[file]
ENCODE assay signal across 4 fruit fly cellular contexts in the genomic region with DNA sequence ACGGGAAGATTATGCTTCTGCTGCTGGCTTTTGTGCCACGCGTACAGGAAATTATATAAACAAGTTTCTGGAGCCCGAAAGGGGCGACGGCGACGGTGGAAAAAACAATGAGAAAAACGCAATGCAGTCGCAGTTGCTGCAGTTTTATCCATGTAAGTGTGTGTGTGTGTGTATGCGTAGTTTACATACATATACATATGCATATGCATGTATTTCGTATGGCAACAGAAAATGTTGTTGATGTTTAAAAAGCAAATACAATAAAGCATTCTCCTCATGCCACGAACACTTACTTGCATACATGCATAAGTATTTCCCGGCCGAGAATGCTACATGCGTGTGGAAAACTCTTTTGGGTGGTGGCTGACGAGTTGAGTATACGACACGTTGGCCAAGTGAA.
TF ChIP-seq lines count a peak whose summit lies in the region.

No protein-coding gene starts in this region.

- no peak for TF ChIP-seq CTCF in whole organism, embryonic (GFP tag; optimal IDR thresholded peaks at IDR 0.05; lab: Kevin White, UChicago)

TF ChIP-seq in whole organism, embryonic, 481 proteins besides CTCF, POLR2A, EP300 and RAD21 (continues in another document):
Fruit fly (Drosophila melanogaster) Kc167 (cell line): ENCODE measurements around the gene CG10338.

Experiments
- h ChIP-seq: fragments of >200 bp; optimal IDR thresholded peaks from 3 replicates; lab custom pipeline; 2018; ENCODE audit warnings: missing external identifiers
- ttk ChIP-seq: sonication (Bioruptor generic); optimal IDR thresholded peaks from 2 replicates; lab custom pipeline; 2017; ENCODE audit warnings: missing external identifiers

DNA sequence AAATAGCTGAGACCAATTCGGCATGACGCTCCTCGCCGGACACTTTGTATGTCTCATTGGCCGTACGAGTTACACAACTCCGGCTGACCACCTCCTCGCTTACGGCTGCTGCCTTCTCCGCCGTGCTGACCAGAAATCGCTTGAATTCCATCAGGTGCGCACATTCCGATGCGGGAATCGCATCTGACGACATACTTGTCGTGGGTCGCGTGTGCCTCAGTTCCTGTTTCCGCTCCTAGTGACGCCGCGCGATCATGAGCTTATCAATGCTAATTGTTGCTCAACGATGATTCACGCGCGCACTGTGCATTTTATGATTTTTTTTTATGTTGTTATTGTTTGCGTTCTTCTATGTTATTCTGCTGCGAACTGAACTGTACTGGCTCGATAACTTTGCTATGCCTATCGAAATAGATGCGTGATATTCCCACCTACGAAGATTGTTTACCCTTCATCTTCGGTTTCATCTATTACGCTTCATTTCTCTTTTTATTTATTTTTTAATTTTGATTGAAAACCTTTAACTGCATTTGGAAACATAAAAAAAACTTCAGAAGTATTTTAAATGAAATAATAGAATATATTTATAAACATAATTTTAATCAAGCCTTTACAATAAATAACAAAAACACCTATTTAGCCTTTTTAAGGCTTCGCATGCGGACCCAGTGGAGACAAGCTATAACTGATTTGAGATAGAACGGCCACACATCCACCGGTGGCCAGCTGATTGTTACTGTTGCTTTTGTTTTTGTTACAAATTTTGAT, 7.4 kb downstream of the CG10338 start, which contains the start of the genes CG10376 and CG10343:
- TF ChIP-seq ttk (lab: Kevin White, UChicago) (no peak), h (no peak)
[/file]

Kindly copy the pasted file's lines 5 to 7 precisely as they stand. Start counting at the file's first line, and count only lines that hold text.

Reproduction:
TF ChIP-seq in whole organism, embryonic, 481 proteins besides CTCF, POLR2A, EP300 and RAD21 (continues in another document):
Fruit fly (Drosophila melanogaster) Kc167 (cell line): ENCODE measurements around the gene CG10338.

Experiments